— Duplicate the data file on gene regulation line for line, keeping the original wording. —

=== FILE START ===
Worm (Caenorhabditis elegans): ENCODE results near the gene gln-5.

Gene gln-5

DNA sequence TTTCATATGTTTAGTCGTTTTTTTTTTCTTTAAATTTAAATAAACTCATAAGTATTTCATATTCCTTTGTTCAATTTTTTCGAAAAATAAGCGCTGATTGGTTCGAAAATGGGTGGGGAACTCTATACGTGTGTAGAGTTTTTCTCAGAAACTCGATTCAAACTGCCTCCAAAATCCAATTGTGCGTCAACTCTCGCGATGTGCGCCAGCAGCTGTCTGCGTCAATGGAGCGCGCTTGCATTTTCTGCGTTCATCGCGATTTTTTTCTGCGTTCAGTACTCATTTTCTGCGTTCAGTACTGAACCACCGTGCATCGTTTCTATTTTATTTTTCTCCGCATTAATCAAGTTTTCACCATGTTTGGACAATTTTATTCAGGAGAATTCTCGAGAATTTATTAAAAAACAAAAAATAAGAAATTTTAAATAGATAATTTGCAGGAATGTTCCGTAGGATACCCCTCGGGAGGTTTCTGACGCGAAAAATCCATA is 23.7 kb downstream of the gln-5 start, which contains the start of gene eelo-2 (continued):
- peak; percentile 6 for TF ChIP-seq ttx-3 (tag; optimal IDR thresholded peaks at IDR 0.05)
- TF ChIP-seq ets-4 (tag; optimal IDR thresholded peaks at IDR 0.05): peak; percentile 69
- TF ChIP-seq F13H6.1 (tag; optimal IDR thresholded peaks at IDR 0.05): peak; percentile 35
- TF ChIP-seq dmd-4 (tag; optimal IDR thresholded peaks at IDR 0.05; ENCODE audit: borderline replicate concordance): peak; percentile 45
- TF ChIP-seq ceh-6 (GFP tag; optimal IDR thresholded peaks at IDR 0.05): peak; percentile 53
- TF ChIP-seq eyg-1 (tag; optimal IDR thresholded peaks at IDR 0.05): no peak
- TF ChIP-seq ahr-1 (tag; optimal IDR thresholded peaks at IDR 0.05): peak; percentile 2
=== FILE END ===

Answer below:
Worm (Caenorhabditis elegans): ENCODE results near the gene gln-5.

Gene gln-5

DNA sequence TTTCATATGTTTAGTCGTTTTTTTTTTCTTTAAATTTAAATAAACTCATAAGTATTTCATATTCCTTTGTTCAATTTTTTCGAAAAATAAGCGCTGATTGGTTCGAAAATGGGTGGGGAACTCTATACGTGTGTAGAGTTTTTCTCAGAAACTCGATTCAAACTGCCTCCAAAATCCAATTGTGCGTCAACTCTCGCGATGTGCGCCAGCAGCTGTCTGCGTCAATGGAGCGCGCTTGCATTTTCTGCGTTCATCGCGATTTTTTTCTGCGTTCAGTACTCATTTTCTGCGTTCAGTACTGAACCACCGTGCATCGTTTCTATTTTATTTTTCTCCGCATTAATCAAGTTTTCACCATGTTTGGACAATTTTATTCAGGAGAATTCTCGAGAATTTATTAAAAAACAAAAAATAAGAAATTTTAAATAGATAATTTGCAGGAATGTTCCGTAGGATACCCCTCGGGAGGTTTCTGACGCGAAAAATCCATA is 23.7 kb downstream of the gln-5 start, which contains the start of gene eelo-2 (continued):
- peak; percentile 6 for TF ChIP-seq ttx-3 (tag; optimal IDR thresholded peaks at IDR 0.05)
- TF ChIP-seq ets-4 (tag; optimal IDR thresholded peaks at IDR 0.05): peak; percentile 69
- TF ChIP-seq F13H6.1 (tag; optimal IDR thresholded peaks at IDR 0.05): peak; percentile 35
- TF ChIP-seq dmd-4 (tag; optimal IDR thresholded peaks at IDR 0.05; ENCODE audit: borderline replicate concordance): peak; percentile 45
- TF ChIP-seq ceh-6 (GFP tag; optimal IDR thresholded peaks at IDR 0.05): peak; percentile 53
- TF ChIP-seq eyg-1 (tag; optimal IDR thresholded peaks at IDR 0.05): no peak
- TF ChIP-seq ahr-1 (tag; optimal IDR thresholded peaks at IDR 0.05): peak; percentile 2